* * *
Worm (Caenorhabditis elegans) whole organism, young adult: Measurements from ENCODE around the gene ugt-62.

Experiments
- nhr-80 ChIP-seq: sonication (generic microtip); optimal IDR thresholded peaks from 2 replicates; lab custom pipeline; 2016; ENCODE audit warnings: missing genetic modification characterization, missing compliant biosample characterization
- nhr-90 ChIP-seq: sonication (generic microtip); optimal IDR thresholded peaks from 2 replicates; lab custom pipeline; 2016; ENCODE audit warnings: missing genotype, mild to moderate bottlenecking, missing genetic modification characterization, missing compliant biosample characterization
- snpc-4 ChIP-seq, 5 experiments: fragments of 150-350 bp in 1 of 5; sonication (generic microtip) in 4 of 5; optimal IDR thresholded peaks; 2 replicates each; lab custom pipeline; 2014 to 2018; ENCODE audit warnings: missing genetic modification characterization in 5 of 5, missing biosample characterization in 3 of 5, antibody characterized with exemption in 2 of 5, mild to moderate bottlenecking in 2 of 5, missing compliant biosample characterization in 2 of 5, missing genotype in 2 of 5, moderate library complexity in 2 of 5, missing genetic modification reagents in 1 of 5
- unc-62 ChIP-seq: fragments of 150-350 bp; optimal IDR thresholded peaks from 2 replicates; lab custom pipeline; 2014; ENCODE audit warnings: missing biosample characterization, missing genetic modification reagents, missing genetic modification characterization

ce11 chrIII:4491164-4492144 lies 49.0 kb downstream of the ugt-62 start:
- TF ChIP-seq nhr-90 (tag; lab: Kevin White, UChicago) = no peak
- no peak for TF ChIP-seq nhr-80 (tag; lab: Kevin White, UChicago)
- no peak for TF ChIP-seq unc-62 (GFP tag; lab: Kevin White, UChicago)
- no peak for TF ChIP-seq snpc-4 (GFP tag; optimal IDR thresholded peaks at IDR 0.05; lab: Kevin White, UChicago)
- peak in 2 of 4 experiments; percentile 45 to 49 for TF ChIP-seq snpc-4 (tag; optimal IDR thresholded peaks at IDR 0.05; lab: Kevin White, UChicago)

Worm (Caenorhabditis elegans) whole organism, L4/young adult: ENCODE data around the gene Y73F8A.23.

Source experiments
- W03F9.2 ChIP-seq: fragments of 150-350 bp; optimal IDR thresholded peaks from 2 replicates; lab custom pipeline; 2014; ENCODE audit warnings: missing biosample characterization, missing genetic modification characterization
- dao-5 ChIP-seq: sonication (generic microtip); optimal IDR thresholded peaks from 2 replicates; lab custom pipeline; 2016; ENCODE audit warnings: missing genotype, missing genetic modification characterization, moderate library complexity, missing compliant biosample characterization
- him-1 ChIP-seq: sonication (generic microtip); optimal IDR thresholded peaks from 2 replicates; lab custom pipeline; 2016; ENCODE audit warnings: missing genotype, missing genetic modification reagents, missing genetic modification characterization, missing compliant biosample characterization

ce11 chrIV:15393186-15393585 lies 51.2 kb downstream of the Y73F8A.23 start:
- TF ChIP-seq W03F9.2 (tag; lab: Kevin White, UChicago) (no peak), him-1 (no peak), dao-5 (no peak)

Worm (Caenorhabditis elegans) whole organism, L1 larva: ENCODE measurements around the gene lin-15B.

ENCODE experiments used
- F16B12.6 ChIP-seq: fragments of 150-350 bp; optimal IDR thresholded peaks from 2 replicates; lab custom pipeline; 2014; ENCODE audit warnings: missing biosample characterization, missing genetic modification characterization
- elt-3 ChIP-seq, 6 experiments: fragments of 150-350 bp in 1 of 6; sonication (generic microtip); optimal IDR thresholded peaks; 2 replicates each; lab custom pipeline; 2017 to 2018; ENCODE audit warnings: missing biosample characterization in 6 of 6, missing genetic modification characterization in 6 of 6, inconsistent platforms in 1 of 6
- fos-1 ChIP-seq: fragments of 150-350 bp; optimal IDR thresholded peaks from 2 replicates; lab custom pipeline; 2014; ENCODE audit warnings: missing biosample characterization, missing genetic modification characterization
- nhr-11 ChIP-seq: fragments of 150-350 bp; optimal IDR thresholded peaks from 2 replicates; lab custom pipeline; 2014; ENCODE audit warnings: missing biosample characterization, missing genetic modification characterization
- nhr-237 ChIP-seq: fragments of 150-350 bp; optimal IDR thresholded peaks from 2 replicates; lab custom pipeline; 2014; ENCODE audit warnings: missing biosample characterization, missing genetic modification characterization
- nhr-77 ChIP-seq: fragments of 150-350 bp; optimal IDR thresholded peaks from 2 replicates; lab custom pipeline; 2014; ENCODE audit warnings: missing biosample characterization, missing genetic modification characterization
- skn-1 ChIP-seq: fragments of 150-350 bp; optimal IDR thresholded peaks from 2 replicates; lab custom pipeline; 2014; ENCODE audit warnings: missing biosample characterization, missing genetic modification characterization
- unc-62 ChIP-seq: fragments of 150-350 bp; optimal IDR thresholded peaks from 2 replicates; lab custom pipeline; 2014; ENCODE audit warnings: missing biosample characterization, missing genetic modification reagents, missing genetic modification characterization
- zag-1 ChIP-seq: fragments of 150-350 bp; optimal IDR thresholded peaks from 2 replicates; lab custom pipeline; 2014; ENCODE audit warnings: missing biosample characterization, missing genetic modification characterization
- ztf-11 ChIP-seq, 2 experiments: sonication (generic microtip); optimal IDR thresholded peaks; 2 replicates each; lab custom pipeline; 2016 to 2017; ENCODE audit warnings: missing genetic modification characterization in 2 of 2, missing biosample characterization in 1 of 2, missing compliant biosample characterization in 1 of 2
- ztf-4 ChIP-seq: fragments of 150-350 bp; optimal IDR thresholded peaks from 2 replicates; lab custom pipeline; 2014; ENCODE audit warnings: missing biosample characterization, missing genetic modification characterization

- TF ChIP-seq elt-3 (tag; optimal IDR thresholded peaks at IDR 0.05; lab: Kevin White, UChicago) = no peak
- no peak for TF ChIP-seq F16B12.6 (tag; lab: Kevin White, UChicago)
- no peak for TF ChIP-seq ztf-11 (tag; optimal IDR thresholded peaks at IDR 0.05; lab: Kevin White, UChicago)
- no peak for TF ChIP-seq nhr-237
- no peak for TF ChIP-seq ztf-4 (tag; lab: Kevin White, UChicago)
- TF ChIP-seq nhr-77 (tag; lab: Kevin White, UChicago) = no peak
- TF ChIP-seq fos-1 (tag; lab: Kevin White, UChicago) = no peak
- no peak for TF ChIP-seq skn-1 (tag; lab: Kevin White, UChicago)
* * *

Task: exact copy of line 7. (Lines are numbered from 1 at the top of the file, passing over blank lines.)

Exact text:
ce11 chrIII:4491164-4492144 lies 49.0 kb downstream of the ugt-62 start: